Sometimes that comes at the expense of consistency in the running game. Last season, the Patriots were tied for 25th in the league in terms of rushing attempts.
This year? Different story.
Through three weeks -- unless the Falcons choose to run it more than 50 times in their Monday night matchup with the Saints -- the Patriots have called more running plays than any other club in the league. Their 108 attempts is seven better than the 101 Dallas has run, and New England lead back LeGarrette Blount leads the NFL in carries with 75, one more than Houston's Lamar Miller.
It's been a drastic change for a team that typically likes to chuck it.
In Week 1, against a talented Cardinals secondary, Blount carried 22 times, which was more than he had carried in any game in 2015 save for a win over the Redskins when he saw a career-high 29 attempts. In Week 2, he matched that career-high when the team needed him to step up following Jimmy Garoppolo's shoulder injury, running for 123 yards and a score. Then in his most impressive performance of the young season, with rookie Jacoby Brissett at quarterback, Blount took the ball 24 times against the Texans, scored twice, and averaged 4.38 yards per carry. And the 6-foot, 250-pounder did it on just three days' rest.
"We really needed it in both games," coach Bill Belichick said on Monday. "LeGarrette has a lot of skill, as we know. I mean, he’s a big back that has very good quickness, and feet, and balance and speed for that size. So, we just kind of always feel like if we can just get a hole, get him started, get him going that he has a lot of ability to make yards on his own if we can just get him going, get him downhill, and get him some space to run.
"He has done a good job with it. He has broken tackles. He has run through some arm tackles and things like that. He has gotten some good, tough yards for us. Hopefully we continue to do that. Hopefully we can continue to get him the ball with some momentum, some space, and give him an opportunity to do some things on his own and not have to deal with four or five guys there at the line of scrimmage but try to get him going.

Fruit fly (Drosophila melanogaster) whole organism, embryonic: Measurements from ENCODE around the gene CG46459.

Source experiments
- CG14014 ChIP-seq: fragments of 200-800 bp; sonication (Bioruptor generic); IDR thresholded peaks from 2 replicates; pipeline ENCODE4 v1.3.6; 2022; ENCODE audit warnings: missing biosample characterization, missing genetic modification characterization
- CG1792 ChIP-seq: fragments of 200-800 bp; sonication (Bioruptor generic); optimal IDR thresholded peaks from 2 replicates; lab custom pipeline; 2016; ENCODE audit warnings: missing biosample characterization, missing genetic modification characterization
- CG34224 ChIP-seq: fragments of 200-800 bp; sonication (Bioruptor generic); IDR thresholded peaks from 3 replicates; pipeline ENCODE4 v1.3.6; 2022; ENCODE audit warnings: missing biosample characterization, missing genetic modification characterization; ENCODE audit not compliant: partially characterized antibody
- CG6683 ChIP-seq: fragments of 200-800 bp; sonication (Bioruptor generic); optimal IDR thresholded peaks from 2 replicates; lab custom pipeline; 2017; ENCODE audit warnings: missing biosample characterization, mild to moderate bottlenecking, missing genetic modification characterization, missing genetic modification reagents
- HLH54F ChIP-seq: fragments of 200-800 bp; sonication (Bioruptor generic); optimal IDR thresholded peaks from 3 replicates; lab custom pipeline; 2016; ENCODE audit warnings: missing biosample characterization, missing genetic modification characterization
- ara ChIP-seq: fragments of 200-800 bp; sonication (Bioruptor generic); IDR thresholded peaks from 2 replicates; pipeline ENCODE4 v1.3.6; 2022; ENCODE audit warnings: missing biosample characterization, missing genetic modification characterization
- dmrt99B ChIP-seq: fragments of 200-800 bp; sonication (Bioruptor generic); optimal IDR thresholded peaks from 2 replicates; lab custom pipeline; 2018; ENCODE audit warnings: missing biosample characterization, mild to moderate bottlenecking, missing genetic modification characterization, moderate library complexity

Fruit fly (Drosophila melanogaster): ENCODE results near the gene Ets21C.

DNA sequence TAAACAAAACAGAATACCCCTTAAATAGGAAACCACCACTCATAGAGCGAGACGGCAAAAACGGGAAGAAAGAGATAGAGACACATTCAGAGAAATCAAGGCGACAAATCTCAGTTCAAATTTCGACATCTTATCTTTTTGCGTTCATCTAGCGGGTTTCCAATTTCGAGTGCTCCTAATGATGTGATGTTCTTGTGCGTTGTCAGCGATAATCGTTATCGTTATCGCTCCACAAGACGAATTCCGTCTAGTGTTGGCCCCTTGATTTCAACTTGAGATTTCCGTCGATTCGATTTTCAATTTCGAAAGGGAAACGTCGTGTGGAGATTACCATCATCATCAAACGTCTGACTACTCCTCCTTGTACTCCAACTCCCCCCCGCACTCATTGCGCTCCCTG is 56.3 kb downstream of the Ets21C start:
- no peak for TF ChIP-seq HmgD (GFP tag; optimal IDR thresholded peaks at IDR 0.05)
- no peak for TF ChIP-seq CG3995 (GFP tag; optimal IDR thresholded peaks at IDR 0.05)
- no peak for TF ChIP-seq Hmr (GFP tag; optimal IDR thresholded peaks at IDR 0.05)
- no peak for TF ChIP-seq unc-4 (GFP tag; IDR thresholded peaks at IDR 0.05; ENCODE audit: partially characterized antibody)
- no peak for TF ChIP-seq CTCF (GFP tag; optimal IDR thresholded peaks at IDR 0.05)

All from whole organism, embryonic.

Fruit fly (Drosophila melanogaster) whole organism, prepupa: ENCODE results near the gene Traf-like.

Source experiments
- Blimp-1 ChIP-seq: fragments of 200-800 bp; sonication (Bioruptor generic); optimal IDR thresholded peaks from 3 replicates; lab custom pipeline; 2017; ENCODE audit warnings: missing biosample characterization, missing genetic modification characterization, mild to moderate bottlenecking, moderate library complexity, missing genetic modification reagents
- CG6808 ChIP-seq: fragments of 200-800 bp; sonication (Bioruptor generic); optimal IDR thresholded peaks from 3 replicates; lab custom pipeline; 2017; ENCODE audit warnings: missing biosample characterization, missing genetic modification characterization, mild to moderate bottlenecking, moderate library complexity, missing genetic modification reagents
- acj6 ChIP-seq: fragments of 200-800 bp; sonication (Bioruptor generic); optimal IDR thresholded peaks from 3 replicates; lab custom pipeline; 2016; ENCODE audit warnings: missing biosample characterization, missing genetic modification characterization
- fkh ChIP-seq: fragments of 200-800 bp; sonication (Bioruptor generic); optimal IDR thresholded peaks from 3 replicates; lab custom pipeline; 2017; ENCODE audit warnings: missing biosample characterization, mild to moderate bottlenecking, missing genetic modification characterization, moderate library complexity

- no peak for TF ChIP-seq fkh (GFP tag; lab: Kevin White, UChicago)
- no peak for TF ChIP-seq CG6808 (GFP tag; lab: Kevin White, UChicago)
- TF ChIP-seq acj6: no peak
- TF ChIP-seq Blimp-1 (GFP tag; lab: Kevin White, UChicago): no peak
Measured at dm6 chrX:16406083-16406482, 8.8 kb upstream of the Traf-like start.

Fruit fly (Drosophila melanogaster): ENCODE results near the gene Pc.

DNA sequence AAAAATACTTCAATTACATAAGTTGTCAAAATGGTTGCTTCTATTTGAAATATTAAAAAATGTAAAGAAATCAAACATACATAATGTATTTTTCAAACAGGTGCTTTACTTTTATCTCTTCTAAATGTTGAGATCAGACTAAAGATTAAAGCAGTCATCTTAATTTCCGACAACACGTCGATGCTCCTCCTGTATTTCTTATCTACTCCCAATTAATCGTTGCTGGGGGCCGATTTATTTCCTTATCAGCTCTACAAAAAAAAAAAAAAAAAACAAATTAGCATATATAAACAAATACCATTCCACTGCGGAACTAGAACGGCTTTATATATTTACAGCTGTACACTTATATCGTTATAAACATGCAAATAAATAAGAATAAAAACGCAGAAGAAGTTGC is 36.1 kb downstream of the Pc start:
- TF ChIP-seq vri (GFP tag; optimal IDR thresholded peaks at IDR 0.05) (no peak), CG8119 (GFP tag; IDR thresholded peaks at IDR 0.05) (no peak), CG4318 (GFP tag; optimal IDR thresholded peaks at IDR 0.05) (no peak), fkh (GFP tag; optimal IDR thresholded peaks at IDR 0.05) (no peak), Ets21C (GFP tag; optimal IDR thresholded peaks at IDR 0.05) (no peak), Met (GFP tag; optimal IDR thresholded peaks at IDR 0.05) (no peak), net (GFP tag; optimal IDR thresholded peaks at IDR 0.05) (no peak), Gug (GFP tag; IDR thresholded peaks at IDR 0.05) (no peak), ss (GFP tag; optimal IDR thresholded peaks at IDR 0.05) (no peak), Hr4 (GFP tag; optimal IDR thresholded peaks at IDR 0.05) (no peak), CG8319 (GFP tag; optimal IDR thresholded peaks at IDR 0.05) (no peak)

"He has worked hard, he’s in good condition, he has done a good job of gaining yards in the fourth quarter and at the end of the game. He hasn’t gotten worn down in those situations so that’s all been very positive and we needed it."
Belichick recognized Blount's work, and the work of the blockers in front of Blount, during his postgame address on Thursday night. "We talked about that running game breaking open in the fourth quarter," Belichick said, beaming.
Blount is averaging 25 carries per game, which is 9.5 more than his previous career-high, which he recorded back when he was a rookie for the Buccaneers in 2010, and it's 11.2 carries more than his average last year.
Despite the workload, despite the fact that he's almost 30 and coming off of a season-ending hip injury suffered last year, he's looked fresh. Particularly late in games, Blount has been relied upon heavily as the Patriots have tried to maintain possession and salt away the clock. Against the Cardinals, he had a critical third-down run that helped set up Stephen Gostkowski's game-winning field goal.
"He’s had a number of games in his career here with us that he’s really done a nice job of carrying the ball a few times and to be able to do that four days apart, that’s always a tougher issue when you carry it a lot," said offensive coordinator Josh McDaniels. "And then come back and do it in the same week, four days apart, that’s not easy to do. He does a good job of taking care of his body and trying to get himself ready to go each week, learn the game plan and get ready to go when his number is called.
"He’s been in there a lot this year. He’s carried the ball, he’s pass protected, he’s been involved in the passing game a little bit, so he does a lot of different things. Some show up in the stat sheets, some don’t, but we’ve certainly counted on him a lot and he came through for us again on Thursday night."